Quality assessments were conducted independently by two authors, and disagreements were
resolved by discussion. RCTs were assessed using a Jadad scale, [
] while single arm studies
and cross-over studies and retrospective cohort studies were evaluated using the Newcastle
Ottawa Scale (NOS).[
] For Jadad scale, studies scoring 3 points were considered to be of low
quality. For the NOS scale, overall study quality was defined as poor (score, 0±3), fair (score,
4±6) or good (score, 7±9).
All data was analyzed using Review Manager (RevMan [Computer program], Version 5.3,
Copenhagen: The Nordic Cochrane Centre, The Cochrane Collaboration, 2014).The main
outcome variables were VA and CMT measured by OCT. If the VA was reported in Snellen
VA form in original publication, the data was converted to logarithm of minimal angle of
resolution (logMAR) for statistical analysis. Based on a previous report, ªcounting fingersº (CF),
ªhand motionº (HM), ªlight perceptionº (LP), and ªno light perception (NLP)º were assigned
a logMAR value of 1.85, 2.3, 2.7 and 3.0 respectively [
]. The mean changes of VA or CMT
from baseline to final follow-up points were pooled and calculated using inverse variance
methods. Both outcomes were reported with a 95% confidence interval (CI). P<0.05 was
considered statistically significant. Heterogeneity was analyzed with the I2 statistic, and defined
as low (25% to 50%), moderate (50% to 75%), or high (>75%) . Subgroup analyses were
conducted based on follow-up period, intervention, sample size and baseline level. The I2
value > 50% was defined as heterogeneity and a random-effects model was applied to the data.
Otherwise, a fixed effects model was considered for pooling the data.
Overall characteristics of selected trials and quality assessment
A total of 112 reports were initially identified. Of these, 101 were excluded based on the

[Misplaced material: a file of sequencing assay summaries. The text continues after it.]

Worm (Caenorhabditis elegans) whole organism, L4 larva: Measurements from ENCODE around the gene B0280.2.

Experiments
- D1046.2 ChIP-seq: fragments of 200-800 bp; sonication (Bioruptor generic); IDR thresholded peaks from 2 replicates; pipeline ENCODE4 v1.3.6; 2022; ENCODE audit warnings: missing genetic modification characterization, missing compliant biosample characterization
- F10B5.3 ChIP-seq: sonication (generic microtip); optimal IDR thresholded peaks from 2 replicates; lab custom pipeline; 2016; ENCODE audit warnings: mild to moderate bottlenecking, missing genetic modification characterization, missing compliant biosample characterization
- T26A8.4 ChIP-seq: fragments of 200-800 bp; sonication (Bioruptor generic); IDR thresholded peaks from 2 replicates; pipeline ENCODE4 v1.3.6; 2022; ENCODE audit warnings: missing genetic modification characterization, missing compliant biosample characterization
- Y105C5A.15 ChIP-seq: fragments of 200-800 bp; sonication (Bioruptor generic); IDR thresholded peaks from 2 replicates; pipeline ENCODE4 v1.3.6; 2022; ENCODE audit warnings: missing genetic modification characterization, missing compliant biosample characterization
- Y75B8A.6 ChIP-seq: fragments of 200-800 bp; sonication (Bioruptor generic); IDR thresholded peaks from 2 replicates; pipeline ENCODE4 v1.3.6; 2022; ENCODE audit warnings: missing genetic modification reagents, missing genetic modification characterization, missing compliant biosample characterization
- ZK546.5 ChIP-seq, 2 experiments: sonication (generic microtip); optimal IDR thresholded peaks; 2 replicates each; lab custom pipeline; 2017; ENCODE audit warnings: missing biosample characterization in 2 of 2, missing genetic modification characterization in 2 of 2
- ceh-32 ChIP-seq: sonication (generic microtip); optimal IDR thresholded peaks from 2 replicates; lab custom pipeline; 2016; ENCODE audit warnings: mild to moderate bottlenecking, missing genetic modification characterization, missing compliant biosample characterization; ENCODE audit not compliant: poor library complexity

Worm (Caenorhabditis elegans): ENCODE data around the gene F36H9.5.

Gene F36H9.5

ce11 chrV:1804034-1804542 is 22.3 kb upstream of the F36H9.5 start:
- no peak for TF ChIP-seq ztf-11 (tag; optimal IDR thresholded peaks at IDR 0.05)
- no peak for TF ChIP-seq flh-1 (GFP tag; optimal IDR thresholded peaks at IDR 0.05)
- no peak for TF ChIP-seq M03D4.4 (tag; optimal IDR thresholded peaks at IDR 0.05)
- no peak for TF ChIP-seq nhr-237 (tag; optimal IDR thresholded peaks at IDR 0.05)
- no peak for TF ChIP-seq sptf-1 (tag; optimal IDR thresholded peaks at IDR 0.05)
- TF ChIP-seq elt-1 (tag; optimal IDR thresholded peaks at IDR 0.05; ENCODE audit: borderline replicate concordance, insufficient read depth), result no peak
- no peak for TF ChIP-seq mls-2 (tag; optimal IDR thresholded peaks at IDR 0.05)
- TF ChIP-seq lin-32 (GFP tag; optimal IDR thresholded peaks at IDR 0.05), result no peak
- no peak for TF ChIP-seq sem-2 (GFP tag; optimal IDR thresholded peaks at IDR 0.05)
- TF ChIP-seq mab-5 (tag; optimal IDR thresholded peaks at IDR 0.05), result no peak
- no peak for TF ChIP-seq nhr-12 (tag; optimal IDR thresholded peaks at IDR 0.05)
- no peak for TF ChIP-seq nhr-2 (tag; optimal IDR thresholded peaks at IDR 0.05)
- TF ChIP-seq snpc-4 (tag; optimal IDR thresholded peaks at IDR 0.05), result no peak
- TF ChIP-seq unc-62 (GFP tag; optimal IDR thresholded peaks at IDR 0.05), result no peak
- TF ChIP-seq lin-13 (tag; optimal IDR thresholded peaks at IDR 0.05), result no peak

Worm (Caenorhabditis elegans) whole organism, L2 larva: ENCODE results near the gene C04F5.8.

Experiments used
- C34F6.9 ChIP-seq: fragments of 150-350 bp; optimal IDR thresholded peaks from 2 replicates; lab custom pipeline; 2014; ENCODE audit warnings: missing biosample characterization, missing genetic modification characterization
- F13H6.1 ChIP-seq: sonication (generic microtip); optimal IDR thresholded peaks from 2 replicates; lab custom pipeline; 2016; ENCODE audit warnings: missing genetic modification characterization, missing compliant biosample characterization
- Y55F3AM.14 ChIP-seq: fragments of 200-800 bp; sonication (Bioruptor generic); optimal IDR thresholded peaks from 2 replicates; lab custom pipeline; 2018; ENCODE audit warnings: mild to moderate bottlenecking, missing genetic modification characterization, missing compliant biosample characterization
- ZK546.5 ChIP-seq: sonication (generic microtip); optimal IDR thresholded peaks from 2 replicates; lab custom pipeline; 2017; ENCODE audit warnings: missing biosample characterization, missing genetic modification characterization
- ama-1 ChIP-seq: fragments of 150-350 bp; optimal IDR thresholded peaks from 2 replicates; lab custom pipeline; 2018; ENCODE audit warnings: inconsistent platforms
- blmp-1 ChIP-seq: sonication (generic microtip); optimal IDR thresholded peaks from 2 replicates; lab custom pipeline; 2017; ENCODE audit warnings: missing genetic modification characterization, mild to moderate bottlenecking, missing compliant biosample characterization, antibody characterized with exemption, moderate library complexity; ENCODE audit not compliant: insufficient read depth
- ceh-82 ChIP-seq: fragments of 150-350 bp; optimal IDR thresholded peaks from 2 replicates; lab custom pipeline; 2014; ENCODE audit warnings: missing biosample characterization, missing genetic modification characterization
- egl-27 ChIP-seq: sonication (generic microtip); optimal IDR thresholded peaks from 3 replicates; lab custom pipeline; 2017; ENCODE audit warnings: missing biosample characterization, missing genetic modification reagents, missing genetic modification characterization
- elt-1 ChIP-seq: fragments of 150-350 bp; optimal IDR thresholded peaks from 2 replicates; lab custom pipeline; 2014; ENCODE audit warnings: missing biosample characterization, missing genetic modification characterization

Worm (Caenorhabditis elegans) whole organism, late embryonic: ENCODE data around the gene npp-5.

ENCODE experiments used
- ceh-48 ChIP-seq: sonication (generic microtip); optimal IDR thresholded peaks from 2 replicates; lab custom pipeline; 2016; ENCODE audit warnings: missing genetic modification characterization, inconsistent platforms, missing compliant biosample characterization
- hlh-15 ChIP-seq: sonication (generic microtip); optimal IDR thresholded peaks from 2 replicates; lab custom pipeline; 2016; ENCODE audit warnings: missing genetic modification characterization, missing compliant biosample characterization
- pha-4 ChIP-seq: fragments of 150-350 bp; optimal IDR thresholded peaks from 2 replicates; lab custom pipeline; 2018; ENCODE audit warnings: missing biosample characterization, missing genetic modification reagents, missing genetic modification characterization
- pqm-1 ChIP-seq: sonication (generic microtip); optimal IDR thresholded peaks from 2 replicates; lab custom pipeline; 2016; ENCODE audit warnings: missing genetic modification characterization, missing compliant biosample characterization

exclusion criteria listed above. The 11 remaining clinical reports (1 abstract and 10 full-text) that
met the inclusion criteria were analyzed [
]. Fig 1 provides a flow
chart of the search results. These 11 reports include 1 randomized controlled trial (RCT); 2
retrospective cohort studies, 2 cross-over studies and 6 before-after trials. The RCT study was not
pooled and kept separate in the meta-analyses. If classified with intervention, 1 has both oral
and topical CAI groups; 5 are treated with oral CAIs; the other 5 are treated with topical CAIs.
In total, there were 358 eyes of 194 patients included in this meta-analysis. 59 patients (115
eyes) were included in the oral CAIs group, and 135 patients (243 eyes) were included in the
topical CAIs group. In addition, the overall quality scores of the included studies were
presented in Table 1, with the exception of one study only with English abstract.
Data for the therapeutic effect of treatment with CAIs in RP patients with CME were available
for pooled analysis. The short-term treatment with CAIs was 3 weeks and the long-term
treatment was 58months [
]. The combined results showed reduction of macular edema
through OCT examination. The pooled mean difference in central macular thickness (CMT)
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Fig 1. Flow chart of trials included in this meta-analysis.
reduced 46.02μm (95% CI: -60.96, -31.08, I2 = 65%) from baseline to the final follow-up points
(Fig 2). However, when we tried to combine all visual acuity results, it was found that the
Isquare was as high as 91%. Thus, we gave up on conducting such a meta-analysis. Fig 3 shows
the 95% CI of each study. With most studies favoring CAIs treatment, there were three studies
that gave contradictory estimates. Altogether, these analysis shows that CMT decreases with
CAIs treatment, but the effect on visual acuity was inconsistent across studies.
We conducted subgroup analysis to explore the source of heterogeneity in CMT and VA with
respect to follow-up period, intervention, sample size and baseline level. More CMT change
was observed in long term follow-up studies (mean difference = -58.25; 95% CI: -105.78,
-10.72), oral Acetazolamide (mean difference = -62.84, 95% CI: -120.21, -5.47) (Fig 4), studies
of 20 less sample size (mean difference = -54.84, 95% CI: -83.08, -26.61) and studies with
higher CMT baseline level (mean difference = -48.60, 95% CI: -60.43, -36.77). In the subgroup
analysis of mean VA difference, we found that the substantial heterogeneity still remained
(Table 2). One clue from the VA subgroup analysis is that studies with larger sample sizes
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RCT: Randomized controlled trial, NR: Not reported
Central Macular Thickness
Fig 2. Forest plot shows the mean change of central macular thickness (CMT) from baseline. Data Liew
2015a (topical CAI group) and Liew 2015b (topical CAI group) were extracted from one report. SE = standard error;